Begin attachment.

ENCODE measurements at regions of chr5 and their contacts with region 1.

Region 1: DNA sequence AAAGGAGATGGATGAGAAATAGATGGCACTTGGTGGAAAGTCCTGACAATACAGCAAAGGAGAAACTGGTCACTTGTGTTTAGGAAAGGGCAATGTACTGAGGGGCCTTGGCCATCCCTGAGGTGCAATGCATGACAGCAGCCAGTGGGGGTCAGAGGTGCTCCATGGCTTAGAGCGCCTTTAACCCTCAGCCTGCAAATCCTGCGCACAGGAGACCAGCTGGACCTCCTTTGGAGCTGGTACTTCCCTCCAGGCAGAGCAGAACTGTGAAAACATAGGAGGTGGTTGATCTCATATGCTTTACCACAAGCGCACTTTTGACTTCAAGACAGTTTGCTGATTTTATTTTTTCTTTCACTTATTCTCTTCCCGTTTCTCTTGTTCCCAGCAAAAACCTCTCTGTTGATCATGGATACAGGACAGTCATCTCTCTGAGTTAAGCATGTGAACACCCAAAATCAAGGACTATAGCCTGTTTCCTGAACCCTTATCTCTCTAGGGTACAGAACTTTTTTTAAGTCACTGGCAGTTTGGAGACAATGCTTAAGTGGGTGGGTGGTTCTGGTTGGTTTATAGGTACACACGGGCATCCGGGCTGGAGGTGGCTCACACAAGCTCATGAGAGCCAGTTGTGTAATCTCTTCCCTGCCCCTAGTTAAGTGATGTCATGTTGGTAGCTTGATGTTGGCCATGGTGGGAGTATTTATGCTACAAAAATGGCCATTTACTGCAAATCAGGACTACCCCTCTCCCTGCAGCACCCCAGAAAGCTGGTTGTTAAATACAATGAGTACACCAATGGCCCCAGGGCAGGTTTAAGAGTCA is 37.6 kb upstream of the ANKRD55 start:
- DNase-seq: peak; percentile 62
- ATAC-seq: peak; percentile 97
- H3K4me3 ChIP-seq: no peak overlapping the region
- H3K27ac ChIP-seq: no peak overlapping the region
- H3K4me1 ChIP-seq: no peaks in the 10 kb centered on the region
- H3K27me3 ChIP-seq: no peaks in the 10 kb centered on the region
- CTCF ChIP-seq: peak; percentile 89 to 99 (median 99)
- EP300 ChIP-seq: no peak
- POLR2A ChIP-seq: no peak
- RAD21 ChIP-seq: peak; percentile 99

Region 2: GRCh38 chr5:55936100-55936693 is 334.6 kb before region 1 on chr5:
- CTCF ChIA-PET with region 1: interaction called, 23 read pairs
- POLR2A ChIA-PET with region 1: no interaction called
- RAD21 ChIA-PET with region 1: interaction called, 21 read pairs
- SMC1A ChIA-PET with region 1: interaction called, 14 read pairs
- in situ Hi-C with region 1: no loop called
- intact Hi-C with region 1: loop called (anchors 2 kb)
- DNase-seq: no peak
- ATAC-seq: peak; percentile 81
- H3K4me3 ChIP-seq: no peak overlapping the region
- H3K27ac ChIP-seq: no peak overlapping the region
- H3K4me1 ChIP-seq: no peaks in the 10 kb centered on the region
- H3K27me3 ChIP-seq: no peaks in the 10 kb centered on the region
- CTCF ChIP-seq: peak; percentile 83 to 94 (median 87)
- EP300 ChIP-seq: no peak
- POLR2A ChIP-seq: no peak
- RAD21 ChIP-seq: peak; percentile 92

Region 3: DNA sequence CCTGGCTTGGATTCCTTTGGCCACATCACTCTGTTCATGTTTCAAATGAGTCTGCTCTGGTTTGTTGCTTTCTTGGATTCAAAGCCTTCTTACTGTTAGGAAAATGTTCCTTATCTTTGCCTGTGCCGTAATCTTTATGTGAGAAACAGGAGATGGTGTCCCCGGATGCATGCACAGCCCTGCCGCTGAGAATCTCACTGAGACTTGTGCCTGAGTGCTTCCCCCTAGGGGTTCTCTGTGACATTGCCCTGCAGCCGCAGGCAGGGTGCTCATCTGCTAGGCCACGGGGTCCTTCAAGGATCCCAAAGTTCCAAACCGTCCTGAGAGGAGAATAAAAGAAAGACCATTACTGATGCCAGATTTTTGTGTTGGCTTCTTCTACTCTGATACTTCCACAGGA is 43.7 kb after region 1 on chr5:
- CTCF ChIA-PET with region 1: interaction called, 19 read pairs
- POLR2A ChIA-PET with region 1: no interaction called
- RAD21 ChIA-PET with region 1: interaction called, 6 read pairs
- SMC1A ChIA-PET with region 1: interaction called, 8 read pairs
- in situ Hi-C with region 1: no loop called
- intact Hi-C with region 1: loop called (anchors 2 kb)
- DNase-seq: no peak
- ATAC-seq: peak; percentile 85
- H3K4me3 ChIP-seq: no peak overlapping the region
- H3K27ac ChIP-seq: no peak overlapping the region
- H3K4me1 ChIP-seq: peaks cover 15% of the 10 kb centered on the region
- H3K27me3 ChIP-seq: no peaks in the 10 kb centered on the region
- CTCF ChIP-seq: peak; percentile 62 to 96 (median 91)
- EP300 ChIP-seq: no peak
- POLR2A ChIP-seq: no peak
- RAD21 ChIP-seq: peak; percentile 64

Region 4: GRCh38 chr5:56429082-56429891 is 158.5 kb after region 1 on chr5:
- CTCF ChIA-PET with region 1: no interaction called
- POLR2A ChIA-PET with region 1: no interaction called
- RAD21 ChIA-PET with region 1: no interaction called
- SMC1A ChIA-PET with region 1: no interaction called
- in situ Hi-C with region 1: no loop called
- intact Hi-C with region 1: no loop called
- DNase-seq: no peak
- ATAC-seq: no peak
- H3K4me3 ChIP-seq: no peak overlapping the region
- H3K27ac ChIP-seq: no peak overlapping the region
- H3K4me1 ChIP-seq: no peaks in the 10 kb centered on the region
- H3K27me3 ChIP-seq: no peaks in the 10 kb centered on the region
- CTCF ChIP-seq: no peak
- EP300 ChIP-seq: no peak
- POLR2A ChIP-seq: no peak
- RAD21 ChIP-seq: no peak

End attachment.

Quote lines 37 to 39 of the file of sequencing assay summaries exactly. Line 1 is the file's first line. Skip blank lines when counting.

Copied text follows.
- DNase-seq: no peak
- ATAC-seq: peak; percentile 85
- H3K4me3 ChIP-seq: no peak overlapping the region